I’ve always been amazed and fascinated that in a cell, which is basically a sack of biochemicals in which a gazillion things are happening simultaneously, the actions shown below happen so fast. One of the more striking things is the speed at which DNA replicates and is transcribed into messenger RNA which is then translated into proteins. The videos below show how this happens, but remember that it happens in a milieu in which a lot of other things are happening at the same time, like metabolism and intake of chemicals into cells.
These two videos come from The Walter and Eliza Hall Institute for Medical Research in Australia.
These DNA molecular visualizations were created for the multifaceted ‘DNA’ project, celebrating the 50th anniversary in 2003 of the discovery of the double helix. The ‘DNA’ project includes a five-part documentary series, museum film and ‘DNAi’ online resources for teachers and students.
The dynamics and molecular shapes were based on X-ray crystallographic models and other published scientific data sets. Leading scientists, including many Nobel Laureates, critiqued the animations during their development. Particular effort was made to ensure the relative shapes, sizes and ‘real-time’ dynamics were as accurate as possible.
The second part of this first video, which shows DNA replication—the splitting of a single DNA molecule into two strands, on each of which is built a complementary strand—is particularly fascinating, as it shows the complexity that has resulted from evolution. (This includes the way that one of the strands is copied backwards, since synthesis goes in only one direction.)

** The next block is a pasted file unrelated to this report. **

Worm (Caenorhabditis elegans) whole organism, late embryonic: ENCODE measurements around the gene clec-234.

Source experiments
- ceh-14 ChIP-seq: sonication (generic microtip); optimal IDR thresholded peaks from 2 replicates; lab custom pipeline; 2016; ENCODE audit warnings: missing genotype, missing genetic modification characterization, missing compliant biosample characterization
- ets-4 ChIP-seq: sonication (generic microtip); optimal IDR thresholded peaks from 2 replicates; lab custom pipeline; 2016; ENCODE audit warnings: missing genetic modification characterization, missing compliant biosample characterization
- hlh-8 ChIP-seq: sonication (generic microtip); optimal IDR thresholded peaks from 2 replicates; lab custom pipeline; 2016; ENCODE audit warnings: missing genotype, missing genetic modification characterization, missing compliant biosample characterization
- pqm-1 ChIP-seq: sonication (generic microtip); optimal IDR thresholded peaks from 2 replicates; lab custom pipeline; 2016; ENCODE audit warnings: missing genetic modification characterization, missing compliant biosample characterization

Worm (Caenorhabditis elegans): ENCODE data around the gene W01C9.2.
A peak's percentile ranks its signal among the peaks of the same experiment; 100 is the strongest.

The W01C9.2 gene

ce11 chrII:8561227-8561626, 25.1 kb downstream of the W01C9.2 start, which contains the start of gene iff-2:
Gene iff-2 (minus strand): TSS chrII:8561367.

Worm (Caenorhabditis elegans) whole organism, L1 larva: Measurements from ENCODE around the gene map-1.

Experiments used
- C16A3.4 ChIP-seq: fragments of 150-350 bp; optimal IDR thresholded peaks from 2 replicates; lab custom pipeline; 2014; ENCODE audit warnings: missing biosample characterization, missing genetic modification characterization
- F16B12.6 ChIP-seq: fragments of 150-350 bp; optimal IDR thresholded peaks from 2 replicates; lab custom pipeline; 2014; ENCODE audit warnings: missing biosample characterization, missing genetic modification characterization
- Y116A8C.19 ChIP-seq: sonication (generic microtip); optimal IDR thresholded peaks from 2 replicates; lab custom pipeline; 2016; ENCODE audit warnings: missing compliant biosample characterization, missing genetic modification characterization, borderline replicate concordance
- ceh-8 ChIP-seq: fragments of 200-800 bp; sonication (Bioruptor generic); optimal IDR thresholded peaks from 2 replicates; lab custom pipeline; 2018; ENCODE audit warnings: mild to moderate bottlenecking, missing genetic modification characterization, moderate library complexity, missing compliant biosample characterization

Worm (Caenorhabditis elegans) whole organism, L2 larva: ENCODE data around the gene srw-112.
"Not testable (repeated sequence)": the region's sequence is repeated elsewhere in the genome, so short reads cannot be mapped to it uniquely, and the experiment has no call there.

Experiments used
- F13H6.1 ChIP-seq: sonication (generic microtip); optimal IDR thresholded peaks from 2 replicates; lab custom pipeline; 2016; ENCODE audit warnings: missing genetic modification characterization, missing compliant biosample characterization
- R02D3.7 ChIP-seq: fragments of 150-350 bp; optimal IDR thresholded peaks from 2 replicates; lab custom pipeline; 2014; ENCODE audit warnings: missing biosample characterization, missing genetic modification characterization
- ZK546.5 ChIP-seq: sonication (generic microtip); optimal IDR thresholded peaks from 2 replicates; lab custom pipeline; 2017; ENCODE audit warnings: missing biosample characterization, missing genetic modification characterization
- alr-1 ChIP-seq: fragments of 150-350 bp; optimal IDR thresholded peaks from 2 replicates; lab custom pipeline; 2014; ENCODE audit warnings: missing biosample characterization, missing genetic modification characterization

The second video partly duplicates some of the first, but is more comprehensive. Particularly fascinating is the real-time speed with which transcription occurs (the synthesis of a messenger RNA strand from a DNA strand; see start at about 3:25). I wish they had a full video of the translation of messenger RNA into proteins, but I can’t seem to find one produced by this organization.
To a biologist like me, watching these videos is a spiritual experience. And by that I don’t mean it invokes visions of a divine creator, but awe before the power of natural selection.
One note: the second video says that each of our ten trillion cells contains 1.8 meters of DNA. If you multiply that out, it comes to 18 billion kilometers of DNA in each human—enough to stretch from the Earth to the Moon 50,000 times. (This is assuming I did my math right). And that is in each person!
Here’s a TEDx Sydney talk by Drew Berry, a prizewinning “biomedical animator” who is the person responsible for these videos, explaining what he does and what the videos show. (There’s some duplication with the animations above as he explains what’s happening.) The animation of how chromosome splitting during cell division (“mitosis”) takes place is fantastic.